According to the latest scientific research, PPIs are directly linked to dementia. Proton Pump Inhibitors are commonly prescribed to patients suffering with acid reflux symptoms.
What exactly do PPIs do?
PPIs reduce the production of acid in the stomach wall. This is done by neutralizing the active enzymes in some parietal cells in the stomach tissue.
The goal of using PPIs is to give relief to patients suffering with symptoms of acid reflux.
The problem is that all they actually do is mask the problems associated with acid reflux. It’s important to understand that PPIs don’t actually cure acid reflux.
While these drugs are great at providing comfort to an acidic stomach, new research claims they may have very negative side effects.
PPIs may be doing more than just soothing your stomach wall.
In February 2016, JAMA Neurology published research that suggests a relationship between the use of PPIs and developing dementia.
This is terrifying news to the millions of people that use Proton Pump Inhibitors.
The Connection Between PPIs and Dementia
The JAMA Neurology study started in 2004 and included 74,000 older adults. The study was conducted for eight years.
Out of the 74,000 participants, 3,000 were daily long-term PPI users.
The participants were observed from 2004 until 2011.
At the end of the long study, it was concluded those who used PPIs had a 44% increase in the risk of developing dementia.
That’s a pretty alarming percentage!
Are You at Risk?
The JAMA study definitely sparks concern about the connection between the use of PPIs and developing dementia.
But how big is the risk?
Unfortunately, there isn’t enough research to give a specific answer at this point in time.
The research did, however, reaffirm the presence of other dangerous side effects PPI users can experience.
Other PPI Risks
For many acid reflux suffers, PPIs provide an incredible amount of relief.
Unfortunately, this relief can come with a cost.
There are two very common risks associated with taking PPI drugs.
The first risk is heart attack.
A new Stanford Medical study published research that suggests daily, long-term PPI users have an increased risk of heart attacks.
The study explains that PPI use is associated with an approximate 20% increase in the risk of subsequent heart attacks for PPI users.
If you’ve already suffered a heart attack and are still taking PPIs, you should start looking into other options.
The second common risk is kidney disease.
The JAMA medical journal discovered a definite link between PPI consumption and kidney damage and disease.
The lead researcher on this study, Dr. Morgan Grams, a Nephrologist at Johns Hopkins University, stated that PPI users have an incredible 20% to 50% higher risk of chronic kidney disease compared to non-PPI users.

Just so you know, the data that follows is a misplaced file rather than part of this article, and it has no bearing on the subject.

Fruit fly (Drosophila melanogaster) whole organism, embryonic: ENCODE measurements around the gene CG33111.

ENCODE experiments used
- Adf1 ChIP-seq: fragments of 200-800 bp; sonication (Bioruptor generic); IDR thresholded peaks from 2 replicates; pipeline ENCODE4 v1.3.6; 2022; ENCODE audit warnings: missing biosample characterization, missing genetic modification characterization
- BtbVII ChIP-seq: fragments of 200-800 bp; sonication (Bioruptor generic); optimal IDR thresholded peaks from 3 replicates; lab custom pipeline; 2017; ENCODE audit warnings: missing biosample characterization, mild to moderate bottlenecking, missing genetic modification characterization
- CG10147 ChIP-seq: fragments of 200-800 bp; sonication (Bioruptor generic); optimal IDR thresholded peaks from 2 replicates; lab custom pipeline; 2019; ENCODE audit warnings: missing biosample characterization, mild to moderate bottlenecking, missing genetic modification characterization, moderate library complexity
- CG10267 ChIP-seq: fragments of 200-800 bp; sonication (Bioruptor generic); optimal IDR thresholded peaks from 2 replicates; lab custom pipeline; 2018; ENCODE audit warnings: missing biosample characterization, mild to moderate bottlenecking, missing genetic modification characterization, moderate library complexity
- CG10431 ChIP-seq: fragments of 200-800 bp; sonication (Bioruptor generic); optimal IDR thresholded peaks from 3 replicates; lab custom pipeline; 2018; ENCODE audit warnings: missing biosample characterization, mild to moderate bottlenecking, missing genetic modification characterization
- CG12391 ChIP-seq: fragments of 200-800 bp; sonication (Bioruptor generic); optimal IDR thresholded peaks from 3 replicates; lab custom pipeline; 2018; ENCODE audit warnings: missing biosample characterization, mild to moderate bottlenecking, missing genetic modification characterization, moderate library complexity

It’s clear the risks of ingesting PPIs are dangerous.
Are you willing to take the risk?
Consider Safer Options
You don’t have to trade PPIs for acid reflux discomfort.
There are many safer options available to help you naturally eliminate the discomfort of acid reflux from your life.
In fact, we’ve built an entire community around finding safer ways to cope with acid reflux. Join this group, and you also get access to a support group that will help guide you on your journey.
To get you started, I personally recommend the following natural remedies.
Avoid Fried Foods
Fried foods are delicious, but they cause chaos in our digestive system because they are high in trans-fats that make it harder for your body to digest them.
Food that is slow to digest causes leftover acid to move toward the esophagus. This results in acid reflux.
Limit Alcohol Consumption
Alcoholic beverages are known to relax the esophageal sphincter, which leads to heartburn.
They are also good at dehydrating your body, which causes acid reflux.
Maintain a Healthy Weight
Acid reflux is a common problem for people that are overweight.
Why? Simply because excess weight puts more pressure on the stomach.
The pressure makes it easier for stomach acids to make their way into the esophagus, causing acid reflux.
There are many reasons to quit smoking. Easing acid reflux discomfort is one of them.
Smoking damages the lower esophageal sphincter that prevents stomach acids from backing up.
The weaker the sphincter is, the more likely it is you will suffer from acid reflux.
Give yourself the best shot of staying healthy for years to come.
Stop taking risks and learn how to control the symptoms of your acid reflux by joining the Cure Your Acid Reflux Program today!